Those who live in cities and whose daily life is a continuous jam know full well that if it is also raining, the chaos can be enormous. You have the motorbike to escape all that, but raining and riding a motorbike can be the perfect equation to have a bad day. Due to that, it’s always good to remind some advice of how to brake safely.
The first and most important is to have a braking system with the maximum guarantee, we mean some brake discs according to the motorbike cylinder capacity and with the adequate thickness, some brake pads with enough grip and above all a tyre with its drawing visible and inside the wear parametre. From there it’s the rider and the circumstances that decide.
We remind you, as if it were a mantra, the brake from the back is to contain and the front one is to stup, and with that premise we have to anticipate to the events.
If you see a water mirror in front of you, alert! The aquaplaning (sliding over the water) can make the braking inertia to increase, you have to calculate more metres for its stop besides of a balancing overexertion. A water puddle can create a water coating between the pad and the disc, crystalising the surface and decelerating the bite.
If we add the vial marks and the pedestrian crossings, whose paints use to form a non-adherent floor, the braking concept passes to the category of “imagine I will stop”. The pedestrian crossings coincide with the inclination of the motorbike when riding a curve, here it’s when we have to increase our attention and try to turn as little as possible, for that we have to confront it with the appropriate safety speed.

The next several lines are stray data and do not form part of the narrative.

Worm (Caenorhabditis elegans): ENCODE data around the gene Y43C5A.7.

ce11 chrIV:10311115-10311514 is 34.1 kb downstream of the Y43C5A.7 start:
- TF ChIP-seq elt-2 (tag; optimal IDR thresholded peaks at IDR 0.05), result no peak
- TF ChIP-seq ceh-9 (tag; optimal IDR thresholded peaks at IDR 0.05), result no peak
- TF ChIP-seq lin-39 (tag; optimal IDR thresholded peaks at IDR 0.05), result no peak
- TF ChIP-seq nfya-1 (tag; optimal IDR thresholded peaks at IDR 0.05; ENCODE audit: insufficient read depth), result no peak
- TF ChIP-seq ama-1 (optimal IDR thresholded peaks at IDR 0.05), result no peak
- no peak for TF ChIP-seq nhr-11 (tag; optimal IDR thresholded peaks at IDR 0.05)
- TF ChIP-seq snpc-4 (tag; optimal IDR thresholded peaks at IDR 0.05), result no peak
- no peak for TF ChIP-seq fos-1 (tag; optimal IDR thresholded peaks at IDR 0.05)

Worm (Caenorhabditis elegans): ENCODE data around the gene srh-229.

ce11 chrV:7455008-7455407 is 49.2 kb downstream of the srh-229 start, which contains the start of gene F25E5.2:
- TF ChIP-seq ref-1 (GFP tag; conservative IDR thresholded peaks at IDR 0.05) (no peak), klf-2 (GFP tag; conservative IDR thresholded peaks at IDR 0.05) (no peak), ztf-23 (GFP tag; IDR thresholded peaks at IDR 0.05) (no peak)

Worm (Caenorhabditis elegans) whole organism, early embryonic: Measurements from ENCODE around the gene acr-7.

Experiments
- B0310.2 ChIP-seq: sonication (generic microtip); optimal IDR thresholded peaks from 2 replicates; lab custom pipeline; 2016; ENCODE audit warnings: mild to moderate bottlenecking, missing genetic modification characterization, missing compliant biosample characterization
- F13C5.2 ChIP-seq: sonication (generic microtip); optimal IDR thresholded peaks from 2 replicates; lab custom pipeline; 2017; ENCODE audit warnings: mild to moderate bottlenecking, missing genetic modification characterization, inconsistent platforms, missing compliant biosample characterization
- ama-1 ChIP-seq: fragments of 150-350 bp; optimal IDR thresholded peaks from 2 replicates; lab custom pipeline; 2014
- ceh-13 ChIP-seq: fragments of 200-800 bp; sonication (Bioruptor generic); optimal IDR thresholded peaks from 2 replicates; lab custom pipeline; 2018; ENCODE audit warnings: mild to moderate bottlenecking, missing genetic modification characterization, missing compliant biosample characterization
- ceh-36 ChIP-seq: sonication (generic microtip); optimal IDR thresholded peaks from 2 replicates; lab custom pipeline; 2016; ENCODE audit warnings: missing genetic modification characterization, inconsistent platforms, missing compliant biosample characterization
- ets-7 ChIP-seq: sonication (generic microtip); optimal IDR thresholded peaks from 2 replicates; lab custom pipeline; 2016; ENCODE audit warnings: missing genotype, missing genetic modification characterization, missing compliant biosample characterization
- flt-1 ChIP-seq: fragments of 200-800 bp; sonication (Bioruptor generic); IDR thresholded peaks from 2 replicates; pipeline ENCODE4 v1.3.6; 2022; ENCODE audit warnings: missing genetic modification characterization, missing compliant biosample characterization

The braking handles with the humidity can need a certain previous pump, that sponginess can transmit us a sensation of insecurity as it delays the perception of braking, that little advance can avoid us an increase of the pulse rate.
And above all, the 5 senses to the maximum, when raining the jams multiply, drivers get impatient, rear windows fog and manoeuvres are abrupt, lane changes, sudden brakes, unmarked holes, a myriad of traps that metre per metre appear. Common sense and caution, our best advice.